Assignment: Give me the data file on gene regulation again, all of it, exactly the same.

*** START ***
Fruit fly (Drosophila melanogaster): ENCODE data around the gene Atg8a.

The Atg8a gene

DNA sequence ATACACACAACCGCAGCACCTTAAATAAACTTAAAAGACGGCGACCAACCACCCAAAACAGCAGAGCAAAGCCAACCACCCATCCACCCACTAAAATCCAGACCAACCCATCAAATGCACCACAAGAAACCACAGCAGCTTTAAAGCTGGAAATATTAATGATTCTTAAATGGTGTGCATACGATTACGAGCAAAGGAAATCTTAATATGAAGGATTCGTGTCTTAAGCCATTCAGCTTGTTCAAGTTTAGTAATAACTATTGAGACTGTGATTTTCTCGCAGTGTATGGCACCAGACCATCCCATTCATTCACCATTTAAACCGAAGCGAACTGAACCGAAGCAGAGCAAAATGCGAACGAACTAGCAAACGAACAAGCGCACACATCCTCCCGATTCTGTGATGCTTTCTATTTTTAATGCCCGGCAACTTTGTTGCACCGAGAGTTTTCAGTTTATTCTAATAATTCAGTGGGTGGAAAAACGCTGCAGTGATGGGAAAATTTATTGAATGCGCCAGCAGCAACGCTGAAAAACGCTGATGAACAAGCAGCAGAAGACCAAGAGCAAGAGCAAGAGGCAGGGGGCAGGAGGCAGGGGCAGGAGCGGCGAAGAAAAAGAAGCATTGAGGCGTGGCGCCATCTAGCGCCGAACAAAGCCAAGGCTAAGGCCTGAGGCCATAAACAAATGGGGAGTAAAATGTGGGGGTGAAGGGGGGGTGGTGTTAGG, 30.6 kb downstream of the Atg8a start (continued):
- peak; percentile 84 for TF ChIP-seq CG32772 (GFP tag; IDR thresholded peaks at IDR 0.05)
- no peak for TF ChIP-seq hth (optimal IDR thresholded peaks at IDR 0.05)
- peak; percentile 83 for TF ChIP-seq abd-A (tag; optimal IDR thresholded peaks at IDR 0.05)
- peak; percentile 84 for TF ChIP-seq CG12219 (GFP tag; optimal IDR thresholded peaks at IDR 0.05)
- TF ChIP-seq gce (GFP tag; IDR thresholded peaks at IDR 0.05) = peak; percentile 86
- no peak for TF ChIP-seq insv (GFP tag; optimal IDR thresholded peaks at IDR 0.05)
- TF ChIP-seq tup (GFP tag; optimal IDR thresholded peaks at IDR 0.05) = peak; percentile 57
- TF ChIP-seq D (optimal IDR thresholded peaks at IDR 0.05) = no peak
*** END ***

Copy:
Fruit fly (Drosophila melanogaster): ENCODE data around the gene Atg8a.

The Atg8a gene

DNA sequence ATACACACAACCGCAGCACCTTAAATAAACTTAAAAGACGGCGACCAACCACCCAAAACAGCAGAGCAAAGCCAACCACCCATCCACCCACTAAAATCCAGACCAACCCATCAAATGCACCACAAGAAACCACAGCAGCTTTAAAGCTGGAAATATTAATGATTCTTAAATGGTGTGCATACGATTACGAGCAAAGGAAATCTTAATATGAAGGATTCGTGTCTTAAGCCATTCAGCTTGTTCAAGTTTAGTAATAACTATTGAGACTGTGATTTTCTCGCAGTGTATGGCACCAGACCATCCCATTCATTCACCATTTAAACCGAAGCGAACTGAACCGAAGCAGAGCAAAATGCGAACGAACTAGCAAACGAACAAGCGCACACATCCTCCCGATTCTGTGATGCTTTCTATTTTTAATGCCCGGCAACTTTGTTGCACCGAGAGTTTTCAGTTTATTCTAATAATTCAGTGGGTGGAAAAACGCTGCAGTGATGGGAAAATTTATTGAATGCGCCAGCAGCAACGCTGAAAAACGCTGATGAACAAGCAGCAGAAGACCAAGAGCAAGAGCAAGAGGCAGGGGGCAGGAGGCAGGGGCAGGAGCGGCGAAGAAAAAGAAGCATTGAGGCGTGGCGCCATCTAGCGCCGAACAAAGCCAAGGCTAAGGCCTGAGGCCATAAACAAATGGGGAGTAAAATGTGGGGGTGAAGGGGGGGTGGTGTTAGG, 30.6 kb downstream of the Atg8a start (continued):
- peak; percentile 84 for TF ChIP-seq CG32772 (GFP tag; IDR thresholded peaks at IDR 0.05)
- no peak for TF ChIP-seq hth (optimal IDR thresholded peaks at IDR 0.05)
- peak; percentile 83 for TF ChIP-seq abd-A (tag; optimal IDR thresholded peaks at IDR 0.05)
- peak; percentile 84 for TF ChIP-seq CG12219 (GFP tag; optimal IDR thresholded peaks at IDR 0.05)
- TF ChIP-seq gce (GFP tag; IDR thresholded peaks at IDR 0.05) = peak; percentile 86
- no peak for TF ChIP-seq insv (GFP tag; optimal IDR thresholded peaks at IDR 0.05)
- TF ChIP-seq tup (GFP tag; optimal IDR thresholded peaks at IDR 0.05) = peak; percentile 57
- TF ChIP-seq D (optimal IDR thresholded peaks at IDR 0.05) = no peak